But it is Cleeland’s knowledge of the offense that makes his arrival important for a team in desperate need of help at tight end.
“I’d love to have him back on this team,” Martz said. “I know what he can do; he makes a lot of plays for us as you guys have all seen in the past. We are going to bring Cam back and go from there.”
Cleeland will probably sign tonight, assuming he passes a physical and is prepared to play. That status is unknown until his arrival, though.
REVERSE REVISITED: Martz said after the game that he wasn’t sure why Marshall Faulk wasn’t in at running back on the reverse. He said Monday that it was just a matter of confusion.
“He just came out and by the time he got out we couldn’t get him back in,” Martz said. “It was just one of those things that happen. We still should be able to execute the play. It’s a convenient excuse for me. I can blame somebody else that way.”
The play, which called for the running back to pitch the ball to receiver Shaun McDonald on a reverse resulted in a fumble inside the 10 that cost the Rams possession and ended with a 14-point swing that the Rams couldn’t overcome.
After the game, Steven Jackson said he thought about running the ball himself and picking up the first down or perhaps a touchdown, but decided against it. Martz said that Jackson does have the freedom to run the ball and isn’t tied into anything on that play.
More than anything, Martz was angry with himself for even sending that play in the game at that stage of the game.
“That reverse down there, I kick myself in the butt for calling the play on the 5 yard line and there are probably a million other things we could do, but then again if you execute it scores, so who knows?” Martz said. “When you are in a game like this, you do anything you can to get the lead back and win it. I think if we go down and not fumble that ball you don’t know what happens. You just can’t stop playing as we all know from the Seattle game a year ago.”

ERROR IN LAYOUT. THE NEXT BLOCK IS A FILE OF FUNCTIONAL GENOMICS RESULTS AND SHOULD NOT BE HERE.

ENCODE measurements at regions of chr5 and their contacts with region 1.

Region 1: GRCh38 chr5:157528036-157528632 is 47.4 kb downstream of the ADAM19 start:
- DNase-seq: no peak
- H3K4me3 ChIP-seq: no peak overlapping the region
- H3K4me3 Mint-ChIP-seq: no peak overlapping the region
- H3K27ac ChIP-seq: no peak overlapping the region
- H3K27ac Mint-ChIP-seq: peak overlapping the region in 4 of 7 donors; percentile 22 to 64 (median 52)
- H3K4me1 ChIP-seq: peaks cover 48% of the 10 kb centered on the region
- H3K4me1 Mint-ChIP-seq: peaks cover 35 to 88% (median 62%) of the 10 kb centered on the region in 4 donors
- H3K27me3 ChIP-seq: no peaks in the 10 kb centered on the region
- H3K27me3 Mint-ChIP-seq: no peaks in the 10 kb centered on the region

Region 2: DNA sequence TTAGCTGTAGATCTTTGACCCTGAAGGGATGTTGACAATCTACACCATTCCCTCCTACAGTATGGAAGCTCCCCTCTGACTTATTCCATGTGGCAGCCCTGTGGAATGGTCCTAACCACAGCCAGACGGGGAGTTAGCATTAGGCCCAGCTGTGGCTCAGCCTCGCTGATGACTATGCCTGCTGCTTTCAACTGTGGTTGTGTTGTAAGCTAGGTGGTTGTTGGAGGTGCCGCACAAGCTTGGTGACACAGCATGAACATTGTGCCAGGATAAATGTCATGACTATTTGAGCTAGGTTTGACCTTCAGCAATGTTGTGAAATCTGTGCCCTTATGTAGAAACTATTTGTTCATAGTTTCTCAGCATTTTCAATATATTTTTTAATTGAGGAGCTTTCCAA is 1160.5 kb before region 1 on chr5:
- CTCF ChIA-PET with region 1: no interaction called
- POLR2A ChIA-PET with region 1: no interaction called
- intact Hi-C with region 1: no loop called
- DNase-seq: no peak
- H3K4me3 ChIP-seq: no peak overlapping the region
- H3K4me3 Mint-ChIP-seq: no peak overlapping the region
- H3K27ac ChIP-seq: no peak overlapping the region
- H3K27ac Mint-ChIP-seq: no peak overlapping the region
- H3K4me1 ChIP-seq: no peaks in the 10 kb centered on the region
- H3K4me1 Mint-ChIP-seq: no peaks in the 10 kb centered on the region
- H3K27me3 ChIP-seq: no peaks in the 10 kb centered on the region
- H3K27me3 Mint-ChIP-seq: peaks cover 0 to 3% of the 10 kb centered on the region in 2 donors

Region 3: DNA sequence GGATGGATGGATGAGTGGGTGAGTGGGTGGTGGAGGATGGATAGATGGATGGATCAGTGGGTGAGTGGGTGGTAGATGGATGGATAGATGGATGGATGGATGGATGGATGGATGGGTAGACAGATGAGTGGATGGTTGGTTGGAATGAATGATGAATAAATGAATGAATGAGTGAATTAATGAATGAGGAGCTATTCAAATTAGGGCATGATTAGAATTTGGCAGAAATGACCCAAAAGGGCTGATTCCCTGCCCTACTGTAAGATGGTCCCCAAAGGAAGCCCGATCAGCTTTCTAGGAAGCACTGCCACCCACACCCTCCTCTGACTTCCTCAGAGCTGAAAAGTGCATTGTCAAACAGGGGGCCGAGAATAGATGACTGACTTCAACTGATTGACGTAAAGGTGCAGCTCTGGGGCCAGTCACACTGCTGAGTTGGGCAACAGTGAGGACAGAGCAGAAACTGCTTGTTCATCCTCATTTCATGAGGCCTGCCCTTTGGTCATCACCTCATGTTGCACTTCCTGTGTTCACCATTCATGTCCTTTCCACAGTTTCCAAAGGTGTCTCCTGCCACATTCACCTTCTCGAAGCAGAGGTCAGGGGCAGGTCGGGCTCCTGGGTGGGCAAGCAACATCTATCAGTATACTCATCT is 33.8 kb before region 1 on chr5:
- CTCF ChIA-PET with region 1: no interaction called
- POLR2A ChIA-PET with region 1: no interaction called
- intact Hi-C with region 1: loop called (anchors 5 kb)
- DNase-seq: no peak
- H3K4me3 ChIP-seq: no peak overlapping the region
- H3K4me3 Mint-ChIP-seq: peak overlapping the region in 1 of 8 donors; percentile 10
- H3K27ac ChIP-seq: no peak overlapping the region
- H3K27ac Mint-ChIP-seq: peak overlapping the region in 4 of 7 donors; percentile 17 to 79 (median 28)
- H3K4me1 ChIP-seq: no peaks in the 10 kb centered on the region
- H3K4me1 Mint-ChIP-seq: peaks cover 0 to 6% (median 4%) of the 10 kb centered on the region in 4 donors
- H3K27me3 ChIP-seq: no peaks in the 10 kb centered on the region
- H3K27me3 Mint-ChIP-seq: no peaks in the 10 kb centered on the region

NO HURRY FOR FURREY: Free safety Mike Furrey insisted Friday that he has little to no interest in playing receiver against after converting in the offseason. But a rash of injuries at the position Sunday prompted him to tell Martz if he needed some help at the position he would be willing to go in.
Martz said that the offer was tempting, but Furrey wasn’t ready to do some of the things they needed him to do at the time. That won’t be repeated again this week, though, with Isaac Bruce’s status still in doubt. Martz said the team will have some things ready for Furrey to play receiver should the situation arise where he is needed.
“Mike can come in and do a good job there,” Martz said. “I know he can play X, he remembers that position. We will carry about 30 plays in for him if it ever got to that from this point on. We were going to do it last week, but I still would not have used him in that situation because there are a lot of things we are doing that he is not familiar with.”
HODGES STRUGGLES: When punter Reggie Hodges earned the team’s special teams player of the week award for his outstanding performance against Arizona in week two, it appeared that the punting problems that plagued the Rams last season were gone.
Hodges’ kicks in that game were high, majestic boots that made returns almost impossible. But Hodges has reverted to the inconsistent rookie status that he had in the preseason in the past couple of weeks. He punted just twice against the Giants, but neither punt exactly brought rain.
He averaged 34 yards on the kicks with a long of 39. Both were low line drives that allowed for return chances. Martz said Hodges’ problems might be mechanical, but he isn’t sure yet.
“Normally with Hodges it just goes back to how he is dropping the ball,” Martz said. “It’s as simple as that. We will go back and look at that, but I would suspect that has something to do with it.”
Re: Barron Aces First ExamAs Barron made his way toward the bus, Strahan took him aside and gave him some advice. That kind of respect is only earned in the NFL and Barron earned it by passing his first big NFL exam
Re: Barron Aces First Exam
What is best about Barron, is that when Pace gets to old we can slide Barron right into the left spot
-10-04-2005 #4STLRAMSFAN Guest
Re: Barron Aces First ExamOriginally Posted by RamWraith